A year ago, Roadrunner Transportation Systems careened down the financial equivalent of a runaway truck ramp after “accounting discrepancies” were uncovered that forced it to recall and restate earnings reports from 2014 through the third quarter of 2016. On Wednesday the company revealed how big those “discrepancies” actually were, while touting a broad turnaround plan.
The carrier now must execute its turnaround strategy, largely put in place over the course of 2017, to improve truckload and less-than-truckload (LTL) service and boost the profitability of its reorganized operations. However, Roadrunner’s fate also depends on shippers, which executives say have largely stuck with the company, and the benefits of a booming freight economy.
“The current environment is a real tailwind in the truckload and logistics business,” Curtis W. Stoelting, CEO, told Wall Street analysts during a conference call announcing the restated earnings. “We’re making gains regardless of the rate environment, but the multiplier effect, the benefit from the rate increases, overwhelms what we can do in the internal environment.”
The accounting discrepancies went well beyond problems at two subsidiaries, as initially reported, and farther back than 2014. The 15th-largest US trucking operator told Wall Street analysts it overstated net profits from 2011 through third-quarter 2016 by $66.5 million, including overstatements of $19.3 million in 2014 and $22.4 million in 2015.
An internal investigation found more than 80 percent of the restatement was attributable to five operating companies and corporate headquarters. The trucking operator had a net loss of $35.6 million in 2016, Roadrunner said Wednesday, excluding $373.7 million in non-cash goodwill impairment charges. By including those charges, the net loss was $360.3 million.
Revenue increased 2.1 percent, according to revised data, to $2 billion in 2016. The company did not release 2017 financial data and said it expects last year’s revenue to be “in line with 2016”. In a US Securities and Exchange Commission (SEC) filing, Roadrunner said it expects to file quarterly earnings reports for 2017 in March and its annual report “as soon as possible thereafter.”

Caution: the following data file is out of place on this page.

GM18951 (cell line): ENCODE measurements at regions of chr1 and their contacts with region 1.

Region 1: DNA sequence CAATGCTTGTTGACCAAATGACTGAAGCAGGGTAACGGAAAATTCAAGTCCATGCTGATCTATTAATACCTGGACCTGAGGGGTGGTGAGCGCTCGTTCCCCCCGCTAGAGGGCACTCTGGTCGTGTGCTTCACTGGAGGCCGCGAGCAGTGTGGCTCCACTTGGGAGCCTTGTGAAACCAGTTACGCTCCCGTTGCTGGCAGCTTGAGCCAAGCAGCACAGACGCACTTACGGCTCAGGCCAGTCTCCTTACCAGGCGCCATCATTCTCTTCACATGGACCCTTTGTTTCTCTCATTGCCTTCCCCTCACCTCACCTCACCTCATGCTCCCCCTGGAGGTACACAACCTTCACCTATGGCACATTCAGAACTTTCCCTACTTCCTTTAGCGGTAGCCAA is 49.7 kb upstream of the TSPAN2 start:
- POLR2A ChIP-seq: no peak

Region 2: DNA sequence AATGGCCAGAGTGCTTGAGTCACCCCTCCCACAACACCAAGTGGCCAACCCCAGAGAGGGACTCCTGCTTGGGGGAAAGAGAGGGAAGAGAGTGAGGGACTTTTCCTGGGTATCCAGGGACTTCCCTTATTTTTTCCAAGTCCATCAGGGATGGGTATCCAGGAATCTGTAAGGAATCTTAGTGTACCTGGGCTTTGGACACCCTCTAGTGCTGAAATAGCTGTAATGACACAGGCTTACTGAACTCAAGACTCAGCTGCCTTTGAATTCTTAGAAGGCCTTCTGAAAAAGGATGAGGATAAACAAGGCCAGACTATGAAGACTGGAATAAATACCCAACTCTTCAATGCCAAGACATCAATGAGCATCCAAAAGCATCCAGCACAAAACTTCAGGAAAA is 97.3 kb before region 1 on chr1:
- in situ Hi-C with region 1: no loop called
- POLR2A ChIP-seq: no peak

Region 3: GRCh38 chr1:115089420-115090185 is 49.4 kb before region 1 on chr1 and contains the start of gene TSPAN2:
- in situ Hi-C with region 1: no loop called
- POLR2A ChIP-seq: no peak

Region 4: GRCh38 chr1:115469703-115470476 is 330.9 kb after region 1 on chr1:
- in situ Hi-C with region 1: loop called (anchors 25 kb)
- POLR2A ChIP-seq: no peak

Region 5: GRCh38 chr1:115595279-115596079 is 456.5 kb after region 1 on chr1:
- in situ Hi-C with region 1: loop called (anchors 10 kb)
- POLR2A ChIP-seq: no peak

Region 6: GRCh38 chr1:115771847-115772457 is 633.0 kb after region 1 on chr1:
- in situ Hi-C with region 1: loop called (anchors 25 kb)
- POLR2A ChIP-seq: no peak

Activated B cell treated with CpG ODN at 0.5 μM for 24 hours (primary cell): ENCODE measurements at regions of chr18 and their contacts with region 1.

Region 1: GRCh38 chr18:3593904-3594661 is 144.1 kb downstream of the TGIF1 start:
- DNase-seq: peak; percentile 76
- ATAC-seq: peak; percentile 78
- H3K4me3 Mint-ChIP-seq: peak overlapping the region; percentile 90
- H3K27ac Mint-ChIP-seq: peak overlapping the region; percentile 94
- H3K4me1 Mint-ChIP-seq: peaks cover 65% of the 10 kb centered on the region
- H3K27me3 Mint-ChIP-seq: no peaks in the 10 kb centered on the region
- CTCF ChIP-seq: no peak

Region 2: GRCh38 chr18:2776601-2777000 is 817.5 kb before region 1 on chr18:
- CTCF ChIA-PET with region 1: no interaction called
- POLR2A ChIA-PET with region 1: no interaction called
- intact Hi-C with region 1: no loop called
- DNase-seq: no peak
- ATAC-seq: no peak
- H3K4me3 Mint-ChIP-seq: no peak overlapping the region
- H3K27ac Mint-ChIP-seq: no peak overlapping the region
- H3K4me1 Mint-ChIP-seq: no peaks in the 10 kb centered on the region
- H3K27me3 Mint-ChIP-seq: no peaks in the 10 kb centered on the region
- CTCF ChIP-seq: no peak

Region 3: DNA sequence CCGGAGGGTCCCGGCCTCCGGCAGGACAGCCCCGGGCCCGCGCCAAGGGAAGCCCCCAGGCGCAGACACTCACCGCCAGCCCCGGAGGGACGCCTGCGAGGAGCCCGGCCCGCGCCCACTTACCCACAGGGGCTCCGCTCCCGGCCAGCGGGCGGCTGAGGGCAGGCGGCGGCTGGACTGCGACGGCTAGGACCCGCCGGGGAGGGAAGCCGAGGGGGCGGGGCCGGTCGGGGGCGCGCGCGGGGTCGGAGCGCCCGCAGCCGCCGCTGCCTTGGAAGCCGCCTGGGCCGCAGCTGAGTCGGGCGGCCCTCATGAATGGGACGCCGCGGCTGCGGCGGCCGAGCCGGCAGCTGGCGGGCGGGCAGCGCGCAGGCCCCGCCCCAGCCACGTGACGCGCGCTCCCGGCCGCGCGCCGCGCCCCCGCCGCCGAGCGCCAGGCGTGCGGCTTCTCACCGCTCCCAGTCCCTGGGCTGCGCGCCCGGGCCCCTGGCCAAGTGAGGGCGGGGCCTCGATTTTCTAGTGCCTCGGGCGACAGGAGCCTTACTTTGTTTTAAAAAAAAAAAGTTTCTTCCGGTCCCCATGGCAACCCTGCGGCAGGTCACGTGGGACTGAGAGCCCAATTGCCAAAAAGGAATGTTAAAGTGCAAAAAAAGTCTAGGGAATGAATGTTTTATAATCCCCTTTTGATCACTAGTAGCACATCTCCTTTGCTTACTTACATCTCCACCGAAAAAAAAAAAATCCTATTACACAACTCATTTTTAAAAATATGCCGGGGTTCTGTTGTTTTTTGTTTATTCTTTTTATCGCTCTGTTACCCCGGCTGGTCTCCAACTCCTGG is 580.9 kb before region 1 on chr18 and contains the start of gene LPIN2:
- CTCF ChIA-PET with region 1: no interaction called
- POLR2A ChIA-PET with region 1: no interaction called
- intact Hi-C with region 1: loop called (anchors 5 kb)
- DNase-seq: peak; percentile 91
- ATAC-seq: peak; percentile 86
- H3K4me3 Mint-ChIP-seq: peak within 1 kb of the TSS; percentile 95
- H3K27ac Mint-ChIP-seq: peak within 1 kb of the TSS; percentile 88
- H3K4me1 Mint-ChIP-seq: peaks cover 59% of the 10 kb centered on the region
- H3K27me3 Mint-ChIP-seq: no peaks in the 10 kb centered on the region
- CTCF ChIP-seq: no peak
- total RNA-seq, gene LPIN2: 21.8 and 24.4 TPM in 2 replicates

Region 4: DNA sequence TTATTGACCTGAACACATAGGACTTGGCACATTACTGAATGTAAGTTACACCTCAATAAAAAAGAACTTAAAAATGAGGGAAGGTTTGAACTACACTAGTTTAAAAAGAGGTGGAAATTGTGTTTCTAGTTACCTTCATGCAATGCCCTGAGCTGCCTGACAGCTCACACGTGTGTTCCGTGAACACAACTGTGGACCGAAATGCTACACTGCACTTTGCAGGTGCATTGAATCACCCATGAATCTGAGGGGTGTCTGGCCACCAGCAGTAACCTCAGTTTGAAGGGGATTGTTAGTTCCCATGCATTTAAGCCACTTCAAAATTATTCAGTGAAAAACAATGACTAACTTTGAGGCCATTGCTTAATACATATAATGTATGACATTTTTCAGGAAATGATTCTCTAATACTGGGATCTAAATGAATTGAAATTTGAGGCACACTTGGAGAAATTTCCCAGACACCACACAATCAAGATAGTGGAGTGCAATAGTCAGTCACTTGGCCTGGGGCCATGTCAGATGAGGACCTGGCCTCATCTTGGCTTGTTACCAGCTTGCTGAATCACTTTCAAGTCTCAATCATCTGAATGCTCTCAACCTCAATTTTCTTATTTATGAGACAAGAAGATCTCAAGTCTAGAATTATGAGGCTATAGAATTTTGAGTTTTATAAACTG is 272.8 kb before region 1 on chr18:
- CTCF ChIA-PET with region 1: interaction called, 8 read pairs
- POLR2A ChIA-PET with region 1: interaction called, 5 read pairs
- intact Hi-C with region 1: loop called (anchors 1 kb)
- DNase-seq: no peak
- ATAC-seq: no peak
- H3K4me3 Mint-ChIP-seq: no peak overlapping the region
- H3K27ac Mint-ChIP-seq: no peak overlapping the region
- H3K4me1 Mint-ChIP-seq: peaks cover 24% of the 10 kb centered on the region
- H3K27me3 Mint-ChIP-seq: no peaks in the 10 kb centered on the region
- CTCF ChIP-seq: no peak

The company’s financial crisis led to ongoing investor lawsuits charging Roadrunner, and its executives made false and misleading statements about earnings prior to 2017 and breached fiduciary duties. The SEC and Department of Justice are also investigating events leading to the restatement of earnings, and Roadrunner said it is cooperating fully with those agencies.
The accounting discrepancies may have triggered the financial implosion, but the root cause of Roadrunner’s troubles was the way it handled a series of acquisitions that made it, for a time, the fastest-growing trucking business in the United States. “Roadrunner completed over 25 acquisitions of non-public companies without some basic tools,” Stoelting said on 31 January.
“Both Roadrunner’s accounting and business practices were not adequate,” he said. “With 25 subsidiaries, we did not have standard monthly reporting system. We did not focus on balanced financial metrics such as return on invested capital. They [the acquisitions] increased the complexity of the company and increased the company’s debt levels and ratios.”
Stoelting, who joined Roadrunner in January 2016 and was named CEO last May, reorganized the company from top to bottom in 2017. He replaced Mark DiBlasi, the CEO who led Roadrunner through its period of rapid growth and is now a director. Michael Gettle, who joined Roadrunner in May 2016, became president and chief operating officer last April.
Terence Rogers was named chief financial officer in May, replacing Peter Armbruster, who was fired. Roadrunner also hired a new chief information officer, Scott Cousins. Last June, the company named Frank Hurst, hired in January as a senior vice president, president of LTL subsidiary Roadrunner Freight, a $461.5-million carrier in 2016, according to restated data.
Change extended to the company’s board, where longtime Roadway leader James Staley, a director since 2010, was named chairman in November. Scott Dobak, who left Roadrunner’s LTL business in 2013 to become CEO of Dicom Transportation Group, joined the board as a director as part of an investment agreement that pumped $540 million into Roadrunner.